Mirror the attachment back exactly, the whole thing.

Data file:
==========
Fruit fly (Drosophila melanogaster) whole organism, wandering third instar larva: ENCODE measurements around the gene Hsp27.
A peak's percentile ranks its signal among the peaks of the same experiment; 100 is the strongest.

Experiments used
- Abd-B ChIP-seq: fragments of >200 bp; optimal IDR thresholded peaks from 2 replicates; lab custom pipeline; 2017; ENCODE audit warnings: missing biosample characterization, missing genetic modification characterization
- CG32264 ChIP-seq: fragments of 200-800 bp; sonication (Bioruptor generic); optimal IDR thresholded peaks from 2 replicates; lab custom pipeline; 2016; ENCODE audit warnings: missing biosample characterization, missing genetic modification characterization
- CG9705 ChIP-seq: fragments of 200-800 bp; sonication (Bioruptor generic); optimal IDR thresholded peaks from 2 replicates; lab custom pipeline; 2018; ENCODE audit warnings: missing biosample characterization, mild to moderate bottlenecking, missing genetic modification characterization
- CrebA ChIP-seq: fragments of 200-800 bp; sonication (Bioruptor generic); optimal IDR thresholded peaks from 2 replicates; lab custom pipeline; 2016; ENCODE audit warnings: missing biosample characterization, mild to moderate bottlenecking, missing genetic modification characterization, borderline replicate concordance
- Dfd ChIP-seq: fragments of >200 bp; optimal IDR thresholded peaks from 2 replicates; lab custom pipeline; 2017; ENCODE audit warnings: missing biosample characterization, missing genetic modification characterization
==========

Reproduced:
Fruit fly (Drosophila melanogaster) whole organism, wandering third instar larva: ENCODE measurements around the gene Hsp27.
A peak's percentile ranks its signal among the peaks of the same experiment; 100 is the strongest.

Experiments used
- Abd-B ChIP-seq: fragments of >200 bp; optimal IDR thresholded peaks from 2 replicates; lab custom pipeline; 2017; ENCODE audit warnings: missing biosample characterization, missing genetic modification characterization
- CG32264 ChIP-seq: fragments of 200-800 bp; sonication (Bioruptor generic); optimal IDR thresholded peaks from 2 replicates; lab custom pipeline; 2016; ENCODE audit warnings: missing biosample characterization, missing genetic modification characterization
- CG9705 ChIP-seq: fragments of 200-800 bp; sonication (Bioruptor generic); optimal IDR thresholded peaks from 2 replicates; lab custom pipeline; 2018; ENCODE audit warnings: missing biosample characterization, mild to moderate bottlenecking, missing genetic modification characterization
- CrebA ChIP-seq: fragments of 200-800 bp; sonication (Bioruptor generic); optimal IDR thresholded peaks from 2 replicates; lab custom pipeline; 2016; ENCODE audit warnings: missing biosample characterization, mild to moderate bottlenecking, missing genetic modification characterization, borderline replicate concordance
- Dfd ChIP-seq: fragments of >200 bp; optimal IDR thresholded peaks from 2 replicates; lab custom pipeline; 2017; ENCODE audit warnings: missing biosample characterization, missing genetic modification characterization